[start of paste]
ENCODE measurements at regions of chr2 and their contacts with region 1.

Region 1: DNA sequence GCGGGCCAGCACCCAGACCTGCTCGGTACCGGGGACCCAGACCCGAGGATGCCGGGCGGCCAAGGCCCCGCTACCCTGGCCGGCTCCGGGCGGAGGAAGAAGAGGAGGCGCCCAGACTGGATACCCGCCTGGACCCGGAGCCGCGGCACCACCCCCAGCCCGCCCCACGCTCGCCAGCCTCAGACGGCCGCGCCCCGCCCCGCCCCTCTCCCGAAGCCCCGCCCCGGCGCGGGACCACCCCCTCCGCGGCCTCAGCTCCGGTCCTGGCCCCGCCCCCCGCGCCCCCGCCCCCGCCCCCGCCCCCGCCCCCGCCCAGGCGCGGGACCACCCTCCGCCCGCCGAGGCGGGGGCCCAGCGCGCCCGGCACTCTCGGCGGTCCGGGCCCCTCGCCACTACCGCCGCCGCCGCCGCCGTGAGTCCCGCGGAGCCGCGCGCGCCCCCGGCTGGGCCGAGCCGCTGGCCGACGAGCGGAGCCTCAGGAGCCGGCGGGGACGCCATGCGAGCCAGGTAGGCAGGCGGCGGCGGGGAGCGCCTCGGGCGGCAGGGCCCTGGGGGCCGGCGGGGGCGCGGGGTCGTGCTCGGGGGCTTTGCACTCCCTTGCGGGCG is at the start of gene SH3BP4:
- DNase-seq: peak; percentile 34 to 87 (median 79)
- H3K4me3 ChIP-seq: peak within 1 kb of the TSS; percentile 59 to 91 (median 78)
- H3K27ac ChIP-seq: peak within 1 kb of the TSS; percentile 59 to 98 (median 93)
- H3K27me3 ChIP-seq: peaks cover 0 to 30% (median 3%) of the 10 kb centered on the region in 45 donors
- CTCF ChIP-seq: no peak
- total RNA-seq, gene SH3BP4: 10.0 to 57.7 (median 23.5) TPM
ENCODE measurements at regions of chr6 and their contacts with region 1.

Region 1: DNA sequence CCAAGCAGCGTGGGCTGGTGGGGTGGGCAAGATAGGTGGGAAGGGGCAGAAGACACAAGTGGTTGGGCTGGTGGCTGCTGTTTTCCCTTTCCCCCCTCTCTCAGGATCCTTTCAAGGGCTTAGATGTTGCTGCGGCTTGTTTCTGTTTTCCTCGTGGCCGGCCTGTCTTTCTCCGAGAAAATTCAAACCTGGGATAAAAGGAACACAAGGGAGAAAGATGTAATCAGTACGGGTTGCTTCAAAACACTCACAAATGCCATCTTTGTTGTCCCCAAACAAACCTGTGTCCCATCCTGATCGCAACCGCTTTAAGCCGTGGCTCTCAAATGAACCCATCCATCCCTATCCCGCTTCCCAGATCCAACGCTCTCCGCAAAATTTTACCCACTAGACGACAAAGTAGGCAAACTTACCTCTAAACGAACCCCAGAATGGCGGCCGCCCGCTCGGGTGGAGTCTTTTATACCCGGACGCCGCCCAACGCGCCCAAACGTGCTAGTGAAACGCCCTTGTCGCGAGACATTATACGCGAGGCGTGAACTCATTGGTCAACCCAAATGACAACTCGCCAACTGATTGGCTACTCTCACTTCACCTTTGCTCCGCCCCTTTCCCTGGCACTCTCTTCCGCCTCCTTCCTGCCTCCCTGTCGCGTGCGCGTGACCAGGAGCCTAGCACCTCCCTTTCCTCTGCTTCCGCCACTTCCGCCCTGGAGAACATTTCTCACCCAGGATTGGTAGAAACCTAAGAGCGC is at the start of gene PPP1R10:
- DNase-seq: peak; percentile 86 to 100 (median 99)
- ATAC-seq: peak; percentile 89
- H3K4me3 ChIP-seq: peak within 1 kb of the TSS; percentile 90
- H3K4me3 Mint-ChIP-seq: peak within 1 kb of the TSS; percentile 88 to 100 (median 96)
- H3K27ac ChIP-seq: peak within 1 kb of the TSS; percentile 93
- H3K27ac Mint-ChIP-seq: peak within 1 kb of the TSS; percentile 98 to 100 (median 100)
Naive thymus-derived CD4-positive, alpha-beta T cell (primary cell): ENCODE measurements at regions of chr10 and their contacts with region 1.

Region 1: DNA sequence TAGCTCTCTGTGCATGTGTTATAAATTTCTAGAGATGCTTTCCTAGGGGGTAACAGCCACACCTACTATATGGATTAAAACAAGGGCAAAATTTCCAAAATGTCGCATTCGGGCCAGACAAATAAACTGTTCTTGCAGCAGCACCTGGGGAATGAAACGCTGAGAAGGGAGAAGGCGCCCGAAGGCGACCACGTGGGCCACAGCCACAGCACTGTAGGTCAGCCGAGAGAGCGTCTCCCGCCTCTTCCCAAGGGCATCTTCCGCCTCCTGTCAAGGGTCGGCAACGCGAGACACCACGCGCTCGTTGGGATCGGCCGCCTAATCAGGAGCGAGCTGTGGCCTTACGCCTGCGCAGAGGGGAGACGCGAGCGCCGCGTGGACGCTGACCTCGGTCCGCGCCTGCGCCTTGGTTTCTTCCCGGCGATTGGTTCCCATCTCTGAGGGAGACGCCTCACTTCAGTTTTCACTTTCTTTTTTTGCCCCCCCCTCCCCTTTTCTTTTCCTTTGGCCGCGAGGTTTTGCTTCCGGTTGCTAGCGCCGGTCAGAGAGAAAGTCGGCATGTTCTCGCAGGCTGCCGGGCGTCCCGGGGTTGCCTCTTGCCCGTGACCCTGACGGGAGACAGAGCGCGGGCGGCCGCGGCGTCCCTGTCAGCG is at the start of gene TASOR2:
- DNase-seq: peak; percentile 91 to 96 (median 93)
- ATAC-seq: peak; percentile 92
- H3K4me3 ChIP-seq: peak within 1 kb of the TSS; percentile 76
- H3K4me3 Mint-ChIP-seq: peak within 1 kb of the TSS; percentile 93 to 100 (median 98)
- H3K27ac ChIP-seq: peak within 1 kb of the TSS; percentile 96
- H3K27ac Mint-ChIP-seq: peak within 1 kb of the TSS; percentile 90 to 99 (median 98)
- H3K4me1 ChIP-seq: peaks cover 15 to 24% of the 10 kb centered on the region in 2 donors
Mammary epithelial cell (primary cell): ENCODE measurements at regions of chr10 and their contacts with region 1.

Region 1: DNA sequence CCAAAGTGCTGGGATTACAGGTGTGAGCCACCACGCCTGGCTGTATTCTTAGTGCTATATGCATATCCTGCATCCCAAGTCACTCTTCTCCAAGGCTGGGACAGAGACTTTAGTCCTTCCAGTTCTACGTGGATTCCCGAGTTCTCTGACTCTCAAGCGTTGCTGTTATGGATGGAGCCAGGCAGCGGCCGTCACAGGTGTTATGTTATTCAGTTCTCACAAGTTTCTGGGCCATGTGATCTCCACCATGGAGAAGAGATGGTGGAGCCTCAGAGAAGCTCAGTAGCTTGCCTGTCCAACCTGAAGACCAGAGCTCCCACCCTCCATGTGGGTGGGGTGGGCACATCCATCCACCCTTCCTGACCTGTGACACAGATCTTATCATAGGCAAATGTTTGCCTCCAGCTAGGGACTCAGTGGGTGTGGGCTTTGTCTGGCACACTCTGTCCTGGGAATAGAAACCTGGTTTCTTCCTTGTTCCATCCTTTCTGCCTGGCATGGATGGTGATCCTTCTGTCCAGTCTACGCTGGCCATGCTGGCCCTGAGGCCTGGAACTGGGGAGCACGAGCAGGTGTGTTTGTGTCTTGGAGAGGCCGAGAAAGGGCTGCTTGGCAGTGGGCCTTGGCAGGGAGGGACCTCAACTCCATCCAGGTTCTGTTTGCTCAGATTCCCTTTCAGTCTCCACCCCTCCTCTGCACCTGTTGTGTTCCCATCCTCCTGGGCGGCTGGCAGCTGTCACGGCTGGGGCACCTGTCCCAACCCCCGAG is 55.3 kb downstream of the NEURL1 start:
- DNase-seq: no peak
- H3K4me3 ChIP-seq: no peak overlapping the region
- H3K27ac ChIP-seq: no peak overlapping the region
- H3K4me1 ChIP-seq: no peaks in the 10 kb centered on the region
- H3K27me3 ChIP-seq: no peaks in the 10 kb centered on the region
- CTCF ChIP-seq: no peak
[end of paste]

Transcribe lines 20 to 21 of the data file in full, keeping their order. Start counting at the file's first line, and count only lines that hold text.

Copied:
- ATAC-seq: peak; percentile 92
- H3K4me3 ChIP-seq: peak within 1 kb of the TSS; percentile 76